Voice assistants in the home: what they can and can’t do


dpa

The big names in intelligent, voice-activated home assistants are Amazon’s Alexa, Microsoft’s Cortana, the Google Assistant and the forthcoming Siri HomePod from Apple.

In terms of functionality, these systems don’t differ that much from each other. Most consist of a speaker with a built-in computer and microphone. Some models on the way will have a screen and Amazon has launched a smart camera with Alexa in the US.

Once integrated into the home network, the assistants listen for their activation word. For example, if the user says “Alexa,” the wizard activates and is ready to carry out spoken commands.

On their own the devices can do things like play music from streaming services, answer questions about the weather, carry out web searches, and create calendar entries and reminders.

But it’s only once they’re networked with other devices that they really come into their own. “They can control the smart home without problems,” says Timm Lutter from German IT association Bitkom.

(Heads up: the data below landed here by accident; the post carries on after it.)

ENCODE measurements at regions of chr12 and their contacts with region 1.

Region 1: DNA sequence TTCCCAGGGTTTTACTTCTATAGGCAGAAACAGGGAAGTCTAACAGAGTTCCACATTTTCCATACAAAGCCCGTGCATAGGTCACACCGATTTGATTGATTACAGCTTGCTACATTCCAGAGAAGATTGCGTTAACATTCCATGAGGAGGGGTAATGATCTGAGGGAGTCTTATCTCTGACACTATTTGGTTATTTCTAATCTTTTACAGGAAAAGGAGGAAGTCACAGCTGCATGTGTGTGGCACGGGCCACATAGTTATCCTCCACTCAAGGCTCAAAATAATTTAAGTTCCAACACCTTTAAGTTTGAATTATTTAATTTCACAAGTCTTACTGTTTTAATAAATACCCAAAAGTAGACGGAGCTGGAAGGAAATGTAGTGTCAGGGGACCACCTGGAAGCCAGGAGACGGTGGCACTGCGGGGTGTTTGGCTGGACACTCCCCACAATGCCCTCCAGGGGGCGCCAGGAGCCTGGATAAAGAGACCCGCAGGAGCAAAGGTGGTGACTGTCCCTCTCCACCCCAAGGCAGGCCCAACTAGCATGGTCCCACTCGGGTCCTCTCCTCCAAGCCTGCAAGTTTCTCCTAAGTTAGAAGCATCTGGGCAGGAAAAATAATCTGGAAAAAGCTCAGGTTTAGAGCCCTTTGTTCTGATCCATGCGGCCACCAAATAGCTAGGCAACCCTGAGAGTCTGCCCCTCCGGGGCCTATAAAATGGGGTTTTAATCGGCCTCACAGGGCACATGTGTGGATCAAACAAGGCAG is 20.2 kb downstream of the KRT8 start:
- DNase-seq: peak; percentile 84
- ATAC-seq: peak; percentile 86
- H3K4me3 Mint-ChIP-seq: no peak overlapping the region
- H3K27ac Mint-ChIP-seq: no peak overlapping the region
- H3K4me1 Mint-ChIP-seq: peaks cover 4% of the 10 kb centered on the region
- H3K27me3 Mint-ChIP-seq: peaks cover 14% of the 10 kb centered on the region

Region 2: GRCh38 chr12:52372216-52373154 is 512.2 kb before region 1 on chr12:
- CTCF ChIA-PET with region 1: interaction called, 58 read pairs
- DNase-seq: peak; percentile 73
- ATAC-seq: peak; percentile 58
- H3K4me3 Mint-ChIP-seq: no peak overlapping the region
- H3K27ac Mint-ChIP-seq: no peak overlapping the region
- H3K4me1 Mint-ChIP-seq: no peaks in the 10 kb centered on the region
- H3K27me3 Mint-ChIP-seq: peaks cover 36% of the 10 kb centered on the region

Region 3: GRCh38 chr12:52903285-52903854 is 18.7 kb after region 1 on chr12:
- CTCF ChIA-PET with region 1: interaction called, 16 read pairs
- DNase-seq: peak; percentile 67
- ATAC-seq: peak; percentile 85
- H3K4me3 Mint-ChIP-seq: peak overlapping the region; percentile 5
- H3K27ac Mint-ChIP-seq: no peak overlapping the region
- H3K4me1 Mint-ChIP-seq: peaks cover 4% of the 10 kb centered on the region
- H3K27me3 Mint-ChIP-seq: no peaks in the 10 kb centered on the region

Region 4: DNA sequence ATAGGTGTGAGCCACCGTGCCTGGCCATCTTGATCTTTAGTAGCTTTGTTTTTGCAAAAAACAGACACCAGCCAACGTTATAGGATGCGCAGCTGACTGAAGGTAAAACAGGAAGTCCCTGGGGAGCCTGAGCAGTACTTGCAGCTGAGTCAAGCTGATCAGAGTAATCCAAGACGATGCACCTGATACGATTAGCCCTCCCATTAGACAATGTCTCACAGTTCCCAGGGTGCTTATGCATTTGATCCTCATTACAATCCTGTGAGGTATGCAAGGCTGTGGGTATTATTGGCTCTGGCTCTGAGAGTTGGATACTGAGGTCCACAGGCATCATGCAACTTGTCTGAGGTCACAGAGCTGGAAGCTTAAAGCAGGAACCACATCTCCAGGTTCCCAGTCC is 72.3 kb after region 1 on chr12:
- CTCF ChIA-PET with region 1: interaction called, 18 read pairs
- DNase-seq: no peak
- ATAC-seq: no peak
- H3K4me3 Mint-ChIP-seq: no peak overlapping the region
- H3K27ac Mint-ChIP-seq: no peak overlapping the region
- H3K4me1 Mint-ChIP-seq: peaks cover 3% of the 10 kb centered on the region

For example, the voice assistant can be used to control lighting, heating and alarms systems and to open and close shutters.

However, if you don’t have networked devices the home assistant won’t do much. “The box as such can’t replace a smart home,” Lutter says. They’re basically control units, and if the lighting and the thermostat don’t work with Alexa, Cortana or Siri, then your home will remain dark and cold.

“If there are no connected devices, Amazon’s Echos are just superior kitchen radios,” says tech journalist Sven Hansen. The Echo is a smart speaker used with Alexa.

And the talk of artificial intelligence is also exaggerated, Hansen says: “There is relatively little intelligence. This is the biggest disappointment of this product group.”

So saying “Alexa, I’m cold” won’t prompt it to turn on the heating. Instead you have to give clear commands.

Another thing to bear in mind is that these digital language assistants open up entirely new challenges for data protection. “You’re giving away a biometric feature: your voice,” says Uwe Kissmann, manager of Cyber Security at consulting firm Accenture.

Data stored by the assistant can be merged with data from other online services. This allows detailed user profiles to be created for marketing and market research purposes.

In the end, users have to trust that the makers of these devices will protect them properly from external access. “There’s no guarantee that nobody will use the device for listening,” Kissmann says.